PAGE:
University of Washington School of Public Health

Graduate Student Profile


Peder Digre

MPH student, Global Health; MPA student, Public Policy
Hometown: Hendricks, MN

Peder Digre was recently appointed by Gov. Jay Inslee to represent students across the state on the Washington Student Achievement Council (WSAC). We caught up with Digre to learn about his work to improve global health and to find out what drives him to serve.

Why were you drawn to serve?

To help make our education system work better for students and to ensure that students are represented in the decisions that are going to affect them. I believe strongly in equity – that all students who want to pursue higher education should be able to do so.

What do you hope to accomplish?

To communicate the student experience behind state policies and suggest changes to benefit those in school or those pursuing higher education. I can’t be a representative for all students, because I don’t have the experiences of all students. What I can do is be an advocate.

How do you intend to do that?

By being curious, open-minded and a good listener. I want to learn what other students see as the big issues in education. I also hope to build connections between the council and both high school and college students. My voice can't be the only voice that the council hears.

What are the council’s goals for the next year?

Our big goal is to improve the affordability of higher education. We do this by working with the state legislature and providing recommendations for funding, including for scholarships and grants. Another goal, and one that I am particularly interested in, is to improve college and career readiness. I think we can create more opportunities for students to gain practical experience. Also, college completion. We want to provide opportunities for people who started a college education, but never received a degree.

How did your interests in policy, health and education converge?

I’m studying both public health and public administration, so I’m naturally interested in how policy and governance affect the lives of people around me. Education is a key determinant of health. I want to explore how education policy impacts health outcomes and vice versa.

Why did you choose to study global health?

As an undergrad, I wanted to combine my interest in biology with my passion for serving people. A friend suggested that I take a public health course. I did, and it changed my trajectory. I thought, this is it. I was one of the first students to graduate from the global health minor program.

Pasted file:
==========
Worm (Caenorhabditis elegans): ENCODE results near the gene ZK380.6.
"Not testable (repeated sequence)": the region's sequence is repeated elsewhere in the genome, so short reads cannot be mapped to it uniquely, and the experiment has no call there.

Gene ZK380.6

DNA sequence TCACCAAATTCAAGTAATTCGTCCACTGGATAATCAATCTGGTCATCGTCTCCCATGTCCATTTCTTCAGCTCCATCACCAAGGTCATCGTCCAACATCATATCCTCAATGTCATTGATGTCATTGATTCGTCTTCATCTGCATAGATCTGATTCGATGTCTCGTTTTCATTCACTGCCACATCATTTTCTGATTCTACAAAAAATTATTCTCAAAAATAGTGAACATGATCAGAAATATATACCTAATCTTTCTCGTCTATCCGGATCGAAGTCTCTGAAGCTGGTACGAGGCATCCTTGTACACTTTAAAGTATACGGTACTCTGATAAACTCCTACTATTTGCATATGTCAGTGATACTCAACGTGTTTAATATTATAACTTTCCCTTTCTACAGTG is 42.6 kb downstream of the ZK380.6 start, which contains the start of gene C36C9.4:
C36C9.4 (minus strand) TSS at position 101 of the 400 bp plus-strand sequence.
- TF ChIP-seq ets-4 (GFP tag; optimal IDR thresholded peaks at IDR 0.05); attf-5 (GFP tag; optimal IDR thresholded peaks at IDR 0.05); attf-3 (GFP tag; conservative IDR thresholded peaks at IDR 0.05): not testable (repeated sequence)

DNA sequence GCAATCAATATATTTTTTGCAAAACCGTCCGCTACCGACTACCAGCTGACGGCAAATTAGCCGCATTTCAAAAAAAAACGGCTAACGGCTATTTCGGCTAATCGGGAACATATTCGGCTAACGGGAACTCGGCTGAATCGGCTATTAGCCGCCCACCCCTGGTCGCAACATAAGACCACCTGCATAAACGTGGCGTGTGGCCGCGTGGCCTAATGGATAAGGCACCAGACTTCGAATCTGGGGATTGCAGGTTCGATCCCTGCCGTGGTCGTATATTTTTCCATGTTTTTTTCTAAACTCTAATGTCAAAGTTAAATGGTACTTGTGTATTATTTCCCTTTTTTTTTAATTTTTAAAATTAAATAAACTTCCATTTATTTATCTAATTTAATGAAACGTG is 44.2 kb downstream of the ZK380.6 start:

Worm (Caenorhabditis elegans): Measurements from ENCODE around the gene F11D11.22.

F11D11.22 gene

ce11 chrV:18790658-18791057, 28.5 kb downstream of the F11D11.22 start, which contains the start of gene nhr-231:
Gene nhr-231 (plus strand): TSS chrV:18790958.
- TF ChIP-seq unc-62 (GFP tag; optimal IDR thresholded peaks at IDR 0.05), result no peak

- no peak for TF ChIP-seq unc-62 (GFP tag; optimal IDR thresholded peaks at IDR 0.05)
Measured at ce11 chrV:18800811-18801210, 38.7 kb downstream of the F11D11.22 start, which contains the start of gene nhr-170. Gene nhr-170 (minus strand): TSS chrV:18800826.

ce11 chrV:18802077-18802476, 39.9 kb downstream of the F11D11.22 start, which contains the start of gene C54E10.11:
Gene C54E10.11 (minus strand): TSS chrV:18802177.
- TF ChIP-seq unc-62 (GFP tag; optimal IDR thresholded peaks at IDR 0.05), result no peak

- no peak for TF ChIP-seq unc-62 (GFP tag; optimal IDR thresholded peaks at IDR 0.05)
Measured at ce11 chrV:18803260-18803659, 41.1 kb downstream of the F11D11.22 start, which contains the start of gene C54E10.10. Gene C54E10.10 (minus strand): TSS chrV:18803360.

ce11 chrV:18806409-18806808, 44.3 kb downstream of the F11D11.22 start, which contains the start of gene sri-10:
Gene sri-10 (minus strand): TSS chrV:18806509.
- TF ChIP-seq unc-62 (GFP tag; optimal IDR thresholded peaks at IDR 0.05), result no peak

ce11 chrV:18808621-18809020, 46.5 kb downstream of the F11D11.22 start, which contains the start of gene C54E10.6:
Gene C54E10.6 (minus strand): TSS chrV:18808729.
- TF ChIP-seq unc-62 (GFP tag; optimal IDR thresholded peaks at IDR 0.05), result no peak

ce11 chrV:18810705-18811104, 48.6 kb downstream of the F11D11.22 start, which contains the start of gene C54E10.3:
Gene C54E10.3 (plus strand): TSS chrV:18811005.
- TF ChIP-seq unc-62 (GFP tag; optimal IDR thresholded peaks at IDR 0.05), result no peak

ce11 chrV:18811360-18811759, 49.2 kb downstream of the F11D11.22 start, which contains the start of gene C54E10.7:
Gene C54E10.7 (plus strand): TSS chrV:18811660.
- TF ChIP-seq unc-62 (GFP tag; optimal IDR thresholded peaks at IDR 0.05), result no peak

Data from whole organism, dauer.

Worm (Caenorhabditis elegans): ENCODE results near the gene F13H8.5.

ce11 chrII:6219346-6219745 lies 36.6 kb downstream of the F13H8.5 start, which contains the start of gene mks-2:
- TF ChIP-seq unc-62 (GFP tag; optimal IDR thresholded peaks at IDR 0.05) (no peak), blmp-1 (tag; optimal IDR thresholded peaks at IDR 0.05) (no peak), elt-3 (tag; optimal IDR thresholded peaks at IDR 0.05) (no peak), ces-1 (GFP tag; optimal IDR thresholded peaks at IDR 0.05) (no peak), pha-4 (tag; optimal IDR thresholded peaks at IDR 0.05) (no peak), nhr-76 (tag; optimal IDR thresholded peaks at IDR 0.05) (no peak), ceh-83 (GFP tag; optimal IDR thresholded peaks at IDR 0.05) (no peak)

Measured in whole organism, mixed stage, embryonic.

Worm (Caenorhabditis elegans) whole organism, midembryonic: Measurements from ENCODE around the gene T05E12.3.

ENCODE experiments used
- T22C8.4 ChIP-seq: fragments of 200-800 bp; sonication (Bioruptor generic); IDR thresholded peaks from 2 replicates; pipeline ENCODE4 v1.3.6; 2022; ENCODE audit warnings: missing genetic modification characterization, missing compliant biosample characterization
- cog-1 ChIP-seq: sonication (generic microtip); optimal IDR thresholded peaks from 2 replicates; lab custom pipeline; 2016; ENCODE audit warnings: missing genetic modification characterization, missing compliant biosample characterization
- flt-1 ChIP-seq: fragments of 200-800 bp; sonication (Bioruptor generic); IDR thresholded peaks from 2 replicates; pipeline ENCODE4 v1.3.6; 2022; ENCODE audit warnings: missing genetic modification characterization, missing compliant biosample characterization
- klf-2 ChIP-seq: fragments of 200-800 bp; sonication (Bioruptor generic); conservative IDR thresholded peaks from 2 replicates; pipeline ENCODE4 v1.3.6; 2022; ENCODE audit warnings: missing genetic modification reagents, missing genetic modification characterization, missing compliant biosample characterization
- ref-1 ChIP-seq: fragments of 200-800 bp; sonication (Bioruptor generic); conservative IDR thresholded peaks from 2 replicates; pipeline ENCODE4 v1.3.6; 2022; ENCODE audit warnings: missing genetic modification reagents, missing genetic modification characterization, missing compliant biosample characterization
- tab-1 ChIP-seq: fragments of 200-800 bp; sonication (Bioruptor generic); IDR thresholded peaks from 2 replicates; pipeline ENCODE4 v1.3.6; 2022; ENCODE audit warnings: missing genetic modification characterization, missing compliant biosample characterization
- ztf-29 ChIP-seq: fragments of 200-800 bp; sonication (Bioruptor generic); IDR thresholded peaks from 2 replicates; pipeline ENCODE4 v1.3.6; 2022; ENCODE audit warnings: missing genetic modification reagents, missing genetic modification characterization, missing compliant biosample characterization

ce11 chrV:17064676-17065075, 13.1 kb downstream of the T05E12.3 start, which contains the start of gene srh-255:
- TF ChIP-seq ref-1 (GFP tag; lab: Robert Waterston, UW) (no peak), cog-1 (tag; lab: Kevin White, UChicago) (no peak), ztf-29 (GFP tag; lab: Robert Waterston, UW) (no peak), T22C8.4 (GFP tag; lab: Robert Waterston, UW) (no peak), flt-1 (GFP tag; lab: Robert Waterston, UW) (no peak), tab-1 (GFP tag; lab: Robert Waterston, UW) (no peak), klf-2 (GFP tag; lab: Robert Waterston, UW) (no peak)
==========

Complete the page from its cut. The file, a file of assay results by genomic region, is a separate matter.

As for my master's, I think research is important, but it can take a long time before whatever you’re working on is actually helping people. I want to be able to translate that research into more immediate results, and I'm gaining the skills I need to do that.

And health metrics and evaluation?

I think it's important to use our limited resources efficiently. To do this, we need to know what works. I'm studying health metrics and evaluation so that I can better assess the impact of our programs. 

Tell us about your practicum.

I’m working at the Merrueshi Village Health Center in southern Kenya for six weeks this summer to conduct a needs assessment for community health. Two UW students are chosen to work at the clinic every year. I’m happy I was given the opportunity.

What inspires you most about global health?

Solutions to global health problems can come from anywhere. I see this often in my work at PATH. Also, global health is about collaboration. You need a wide variety of perspectives to tackle some of the world’s biggest problems.

You’ve worked at PATH for four years. Tell us about your projects.

First, I supported a team developing a new formula for an oral rehydration solution. I also worked on an initiative called the Global Health Innovation Hub, which supports local innovators in South Africa to bring their ideas and inventions to market. Now, I’m on the strategy team. I recently worked on a report that presented 30 innovations to help meet the health targets of the sustainable development goals.

How do you fit it all in?

A good schedule and not a lot of free time.

When you do have free time, what do you do?

Hike, ski and travel when I can.

What is something that not many people know about you?

I learned how to speak Norwegian at the UW and then studied abroad in Norway as an undergrad. I was named after my great-grandfather who emigrated from Norway. While there, I was able to go to the farm where he grew up. It was a weird, full-circle experience.

Learn more about Digre.


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